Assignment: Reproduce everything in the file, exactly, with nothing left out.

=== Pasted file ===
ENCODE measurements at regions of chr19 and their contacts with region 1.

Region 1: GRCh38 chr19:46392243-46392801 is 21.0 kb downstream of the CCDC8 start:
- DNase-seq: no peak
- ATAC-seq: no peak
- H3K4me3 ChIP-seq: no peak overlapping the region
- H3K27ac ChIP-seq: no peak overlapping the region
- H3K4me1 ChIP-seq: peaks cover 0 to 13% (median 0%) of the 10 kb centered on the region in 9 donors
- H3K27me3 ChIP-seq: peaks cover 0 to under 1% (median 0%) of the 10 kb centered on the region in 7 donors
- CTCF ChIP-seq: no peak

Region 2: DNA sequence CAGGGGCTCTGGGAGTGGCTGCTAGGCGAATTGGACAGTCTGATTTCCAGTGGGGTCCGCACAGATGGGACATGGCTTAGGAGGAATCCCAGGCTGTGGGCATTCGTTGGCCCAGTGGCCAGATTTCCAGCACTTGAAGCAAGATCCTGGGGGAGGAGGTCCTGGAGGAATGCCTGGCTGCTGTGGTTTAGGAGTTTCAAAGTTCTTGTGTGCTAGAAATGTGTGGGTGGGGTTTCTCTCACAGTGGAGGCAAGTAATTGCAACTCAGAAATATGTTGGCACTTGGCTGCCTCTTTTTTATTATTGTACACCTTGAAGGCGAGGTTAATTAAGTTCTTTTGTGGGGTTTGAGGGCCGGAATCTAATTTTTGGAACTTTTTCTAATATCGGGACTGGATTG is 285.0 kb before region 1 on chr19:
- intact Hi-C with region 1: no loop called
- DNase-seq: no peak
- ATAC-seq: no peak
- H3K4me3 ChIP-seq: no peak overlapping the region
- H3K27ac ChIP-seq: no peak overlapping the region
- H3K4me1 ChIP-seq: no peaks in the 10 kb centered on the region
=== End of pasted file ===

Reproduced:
ENCODE measurements at regions of chr19 and their contacts with region 1.

Region 1: GRCh38 chr19:46392243-46392801 is 21.0 kb downstream of the CCDC8 start:
- DNase-seq: no peak
- ATAC-seq: no peak
- H3K4me3 ChIP-seq: no peak overlapping the region
- H3K27ac ChIP-seq: no peak overlapping the region
- H3K4me1 ChIP-seq: peaks cover 0 to 13% (median 0%) of the 10 kb centered on the region in 9 donors
- H3K27me3 ChIP-seq: peaks cover 0 to under 1% (median 0%) of the 10 kb centered on the region in 7 donors
- CTCF ChIP-seq: no peak

Region 2: DNA sequence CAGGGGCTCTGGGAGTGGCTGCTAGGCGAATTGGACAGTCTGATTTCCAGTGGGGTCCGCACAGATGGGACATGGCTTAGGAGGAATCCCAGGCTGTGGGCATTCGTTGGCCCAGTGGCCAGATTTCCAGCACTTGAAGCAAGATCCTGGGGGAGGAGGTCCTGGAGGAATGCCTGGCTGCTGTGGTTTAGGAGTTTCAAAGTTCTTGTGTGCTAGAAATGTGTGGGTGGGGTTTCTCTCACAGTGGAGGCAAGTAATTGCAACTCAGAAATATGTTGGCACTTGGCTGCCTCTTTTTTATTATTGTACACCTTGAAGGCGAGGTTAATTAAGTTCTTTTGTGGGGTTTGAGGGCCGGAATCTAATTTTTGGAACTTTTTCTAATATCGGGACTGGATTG is 285.0 kb before region 1 on chr19:
- intact Hi-C with region 1: no loop called
- DNase-seq: no peak
- ATAC-seq: no peak
- H3K4me3 ChIP-seq: no peak overlapping the region
- H3K27ac ChIP-seq: no peak overlapping the region
- H3K4me1 ChIP-seq: no peaks in the 10 kb centered on the region